State Of Washington, Respondent V. Crystal Anastasia Hunter, Appellant (Majority)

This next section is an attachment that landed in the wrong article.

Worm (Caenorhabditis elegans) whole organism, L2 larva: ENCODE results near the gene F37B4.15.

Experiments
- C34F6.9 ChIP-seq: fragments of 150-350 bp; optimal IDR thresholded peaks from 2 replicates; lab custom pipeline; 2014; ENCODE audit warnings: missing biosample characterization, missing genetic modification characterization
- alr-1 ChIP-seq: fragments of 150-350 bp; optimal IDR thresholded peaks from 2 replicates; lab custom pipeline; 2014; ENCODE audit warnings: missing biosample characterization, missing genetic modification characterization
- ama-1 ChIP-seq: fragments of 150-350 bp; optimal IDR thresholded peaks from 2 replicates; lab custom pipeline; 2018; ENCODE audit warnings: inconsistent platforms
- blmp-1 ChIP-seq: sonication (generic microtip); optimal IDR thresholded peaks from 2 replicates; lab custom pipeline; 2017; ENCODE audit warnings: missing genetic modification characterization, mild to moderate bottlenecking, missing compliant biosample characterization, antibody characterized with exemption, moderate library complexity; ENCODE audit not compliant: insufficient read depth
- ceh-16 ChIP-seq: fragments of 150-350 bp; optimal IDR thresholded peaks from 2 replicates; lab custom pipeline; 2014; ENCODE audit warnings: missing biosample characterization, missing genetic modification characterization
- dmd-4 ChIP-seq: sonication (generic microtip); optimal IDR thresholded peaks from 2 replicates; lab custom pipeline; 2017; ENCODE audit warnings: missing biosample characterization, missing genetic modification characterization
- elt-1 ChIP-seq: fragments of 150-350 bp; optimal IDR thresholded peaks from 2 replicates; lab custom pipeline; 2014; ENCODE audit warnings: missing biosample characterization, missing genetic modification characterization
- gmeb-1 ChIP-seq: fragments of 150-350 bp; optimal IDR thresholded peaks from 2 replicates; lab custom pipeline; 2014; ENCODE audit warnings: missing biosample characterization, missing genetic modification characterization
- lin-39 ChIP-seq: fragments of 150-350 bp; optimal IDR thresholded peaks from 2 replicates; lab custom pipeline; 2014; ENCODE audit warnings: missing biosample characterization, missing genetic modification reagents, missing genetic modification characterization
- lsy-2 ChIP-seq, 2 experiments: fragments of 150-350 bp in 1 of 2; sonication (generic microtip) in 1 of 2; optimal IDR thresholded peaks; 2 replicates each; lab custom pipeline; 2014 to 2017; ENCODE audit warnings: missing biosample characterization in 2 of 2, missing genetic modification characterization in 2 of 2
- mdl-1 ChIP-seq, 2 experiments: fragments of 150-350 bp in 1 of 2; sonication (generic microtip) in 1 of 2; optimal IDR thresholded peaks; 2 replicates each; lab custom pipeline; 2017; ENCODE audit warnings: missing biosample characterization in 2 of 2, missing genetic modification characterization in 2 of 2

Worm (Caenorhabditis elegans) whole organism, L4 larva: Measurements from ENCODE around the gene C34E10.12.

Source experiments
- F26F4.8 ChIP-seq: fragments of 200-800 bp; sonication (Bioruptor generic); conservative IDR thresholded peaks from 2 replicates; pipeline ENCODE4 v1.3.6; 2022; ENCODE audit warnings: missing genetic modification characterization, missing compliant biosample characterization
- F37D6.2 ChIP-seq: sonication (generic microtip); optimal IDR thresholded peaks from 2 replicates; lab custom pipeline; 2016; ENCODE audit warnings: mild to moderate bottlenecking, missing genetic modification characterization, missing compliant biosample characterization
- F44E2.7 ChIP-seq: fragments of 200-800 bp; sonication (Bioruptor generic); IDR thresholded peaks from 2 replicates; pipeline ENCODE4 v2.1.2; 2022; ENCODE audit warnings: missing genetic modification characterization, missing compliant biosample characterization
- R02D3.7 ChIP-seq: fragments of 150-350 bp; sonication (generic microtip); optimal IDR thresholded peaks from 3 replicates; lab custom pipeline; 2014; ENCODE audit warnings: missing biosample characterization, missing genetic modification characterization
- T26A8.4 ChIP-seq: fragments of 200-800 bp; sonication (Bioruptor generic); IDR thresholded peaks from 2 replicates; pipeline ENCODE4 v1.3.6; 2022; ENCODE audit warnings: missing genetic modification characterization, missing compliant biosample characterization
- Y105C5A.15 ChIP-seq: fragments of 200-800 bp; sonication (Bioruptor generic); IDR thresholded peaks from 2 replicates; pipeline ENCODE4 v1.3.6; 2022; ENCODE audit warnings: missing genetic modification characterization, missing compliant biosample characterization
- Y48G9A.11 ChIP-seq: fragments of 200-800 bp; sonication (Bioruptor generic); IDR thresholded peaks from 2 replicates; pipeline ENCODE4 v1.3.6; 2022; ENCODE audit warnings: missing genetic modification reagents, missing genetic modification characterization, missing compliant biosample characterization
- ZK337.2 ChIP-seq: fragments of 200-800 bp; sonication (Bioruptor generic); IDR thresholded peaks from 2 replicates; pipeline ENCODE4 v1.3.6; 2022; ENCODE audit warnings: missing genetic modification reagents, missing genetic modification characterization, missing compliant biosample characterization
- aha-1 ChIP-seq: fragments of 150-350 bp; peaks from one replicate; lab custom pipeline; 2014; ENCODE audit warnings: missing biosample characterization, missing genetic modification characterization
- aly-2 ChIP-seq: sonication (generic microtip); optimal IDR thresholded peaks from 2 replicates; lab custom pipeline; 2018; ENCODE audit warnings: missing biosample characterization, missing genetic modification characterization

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IN THE COURT OF APPEALS OF THE STATE OF WASHINGTON STATE OF WASHINGTON, ) No. 73252-8- Respondent, ) DIVISION ONE W V. c C*'*» 1 ) r-'i UNPUBLISHED OPINION CRYSTAL ANASTASIA HUNTER, Appellant, TOMPALL ROSS LORAH-HEGGEN, AND EACH OF THEM, "•1 ) o ) ) ) FILED: June 20, 2016 Defendant. ) Trickey, J. — Crystal Hunter appeals her conviction of taking a motor vehicle without permission in the second degree. Hunter contends that the trial court improperly denied her motion for a mistrial after a police officer testified at trial that Hunter had an unrelated warrant at the time of this incident. The trial court properly exercised its discretion when it denied Hunter's motion. We affirm. FACTS Early in the morning on June 25, 2013, Jesus Arreola Ochoa awoke to the sound of his car being started. The car, a 1992 black Honda Accord, was parked outside of Ochoa's house. Ochoa had not given anyone permission to take his car. Upon hearing the noise, Ochoa ran outside and saw his car being driven away. He returned inside and called the police. A few weeks later, on the night of July 14, 2013, an officer with the King County Sheriff's Office was on patrol in White Center when he saw a darkcolored Honda traveling at a high rate of speed. The car did not have any "- No. 73252-8-1 / 2 taillights or brake lights. The officer stopped the car and came into contact with a male driver and a female passenger who was later identified as Hunter. The officer asked the driver for his license, registration, and proof of insurance. The driver did not have any of the requested paperwork. The officer then asked the driver to turn the car off. The driver reached down to the floor of the car, retrieved a screwdriver, inserted it into the ignition, manipulated the rods, and complied with the officer's request. Soon after, the police dispatcher notified the officer that the car had been reported stolen. The registered owner of the car was Ochoa. Additional officers arrived, and they detained both the driver and Hunter. On further inspection of the car, the officers noticed several hand tools lying on the passenger-side floorboard, heavy damage to the steering column, exposed wiring, and a missing ignition cylinder. Based on these events, the State charged Hunter with one count of taking a motor vehicle without permission in the second degree. Before trial, Hunter moved in limine to exclude evidence of prior bad acts under ER 404(b) and prior convictions under ER 609. The State indicated that it did not intend to offer such evidence absent testimony from Hunter. The case proceeded to a jury trial. During the State's case in chief, a deputy police officer testified that Hunter had an "unrelated warrant" out of Renton at the time of the traffic stop. Specifically, when testifying about his encounter with Hunter, the following exchange occurred: [Prosecutor]: And, so in—once you had contact with the defendant, what did you do after that? No. 73252-8-1 / 3 [Deputy]: Urn, after I had contacted [sic] with her? I tried to confirm a- a unrelated warrant she had, out of Renton. [Defense attorney]: I would object. [Court]: Sustained.M After the State rested, Hunter moved to strike the deputy's testimony about her unrelated warrant. The trial court granted this motion. Hunter also proposed a limiting instruction, instructing the jury to disregard the testimony. The court agreed to give Hunter's proposed limiting instruction. Finally, Hunter moved for a mistrial based on witness misconduct. The court denied this motion on the basis that there was no misconduct and the officer's statement was inadvertent. At the close of the case, the court instructed the jury. instructions included Hunter's proposed limiting instruction. The court's The jury found Hunter guilty as charged. Hunter appeals. ANALYSIS Hunter's sole challenge on appeal is to the trial court's denial of her motion for a mistrial. She contends that the trial court abused its discretion when it denied this motion, because the deputy's statement deprived her of her right to a fair trial. We disagree. "A trial court has broad discretion to rule on irregularities during the course of a trial." State v. Wade. 186 Wn. App. 749, 773, 346 P.3d 838, review denied. 184 Wn.2d 1004, 357 P.3d 665 (2015). The trial court is in the best position to 1 Report of Proceedings (RP) (Feb. 4, 2015) at 79-80. 3 No. 73252-8-1/4 determine whether the irregularity caused prejudice. Wade. 186 Wn. App. at 773. The court should grant the mistrial "'only when the defendant has been so prejudiced that nothing short of a new trial can insure that the defendant will be fairly tried.'" Wade. 186 Wn. App. at 773 (quoting State v. Kwan Fai Mak. 105 Wn.2d 692, 701, 718 P.2d 407 (1986)). We review the trial court's denial of a motion for a mistrial for abuse of discretion. State v. Emery. 174 Wn.2d 741, 765, 278 P.3d 653 (2012). A trial court abuses its discretion if its decision is manifestly unreasonable or based on untenable grounds. Wade. 186 Wn. App. at 773. To determine whether a trial irregularity warrants a new trial, we examine (1) the seriousness of the irregularity, (2) whether it involved cumulative evidence, and (3) whether the trial court properly instructed the jury to disregard it. Emery. 174 Wn.2d at 765. Denial of a mistrial should be overturned only when there is a "'substantial likelihood'" that the error affected the jury's verdict. State v. Rodriguez. 146 Wn.2d 260, 269-70, 45 P.3d 541 (2002) (internal quotation marks omitted) (quoting State v. Russell. 125 Wn.2d 24, 85, 882 P.2d 747(1994)). Here, the irregularity is the statement by the deputy that Hunter had an "unrelated warrant" at the time of the traffic stop. This testimony was not cumulative with any other evidence admitted at trial. The fact that this statement was made by a police officer, a professional witness, suggests that the irregularity was serious. State v. Gamble. 168 Wn.2d 161, 178, 225 P.3d 973 No. 73252-8-1 / 5 (2010). As does the fact that the statement violated the court's pretrial ruling excluding evidence of Hunter's prior bad acts. Gamble. 168 Wn.2d at 178. However, an unintentional introduction of inadmissible testimony is less serious than an intentional one. Gamble. 168 Wn.2d at 178. In this case, the deputy's testimony was inadvertent. Further, the statement was not a direct reference to a prior conviction or crime. ambiguous and fleeting. Rather, the deputy's statement was It did not indicate that Hunter had the propensity to commit the charged crime. See State v. Condon. 72 Wn. App. 638, 649, 865 P.2d 521 (1993). Nor was it likely to make a significant impression on the jurors. The seriousness of the statement is minimized by these factors and by the other evidence presented at trial. Moreover, the trial court instructed the jury to disregard this testimony. The court's curative instruction stated: Testimony occurred at trial that suggested the defendant may have had an outstanding warrant at the time she was arrested. The testimony was objected to and has now been stricken. There is no evidence in this case the defendant may have had any warrant. The jury shall disregard anything that was said on the subject and shall not consider it in deciding this case.121 Juries are presumed to follow the court's instructions. State v. Kirkman. 159 Wn.2d 918, 928, 155 P.3d 125 (2007). As a result, there is not a substantial likelihood that the deputy's statement affected the jury's verdict. For these reasons, we conclude that the deputy's statement was not so serious as to warrant a mistrial. The court's curative instruction was sufficient to 2 Clerk's Papers (CP) at 31. No. 73252-8-1 / 6 alleviate any prejudice that may have resulted. The trial court did not abuse its discretion. Hunter relies on State v. Escalona. 49 Wn. App. 251, 742 P.2d 190 (1987), to argue that the irregularity could not be cured. In that case, the State charged Escalona with second-degree assault with a deadly weapon—a knife. 49 Wn. App. at 252. At trial, the victim stated that he was afraid because Escalona "'has a record and had stabbed someone.'" 49 Wn. App. at 253. The trial court denied Escalona's motion for a mistrial and instructed the jury to disregard the testimony. 49 Wn. App. at 253. On appeal, this court concluded that the trial court abused its discretion in denying Escalona's mistrial motion, because the irregularity was "extremely serious" given the paucity of credible evidence, the testimony was not cumulative, and the irregularity could not be cured by the instruction. 49 Wn. App. at 255-56. We reasoned: [D]espite the court's admonition, it would be extremely difficult, if not impossible, in this close case for the jury to ignore this seemingly relevant fact. Furthermore, the jury undoubtedly would use it for its most improper purpose, that is, to conclude that Escalona acted on this occasion in conformity with the assaultive character he demonstrated in the past. 49 Wn. App. at 256. Escalona is distinguishable from the present case. There, the victim's testimony indicated that Escalona had committed a crime similar to the one for which he was on trial. Thus, the statement was extremely prejudicial, because it was likely that the jurors would conclude that Escalona had a propensity for committing that type of crime. Here, in contrast, the deputy did not indicate that Hunter had a propensity to take motor vehicles without permission or that she No. 73252-8-1 / 7 had ever been convicted of a similar crime. Further, unlike in Escalona. the witness's testimony did not constitute the State's entire case against Hunter. Here, any prejudice resulting from the vague reference to the "unrelated warrant" was cured by the court's instruction to disregard the testimony. We affirm the judgment and sentence. )/\J<*y ACJ WE CONCUR: S^r^/w^VL $?JLi-*VcfL9*> ,\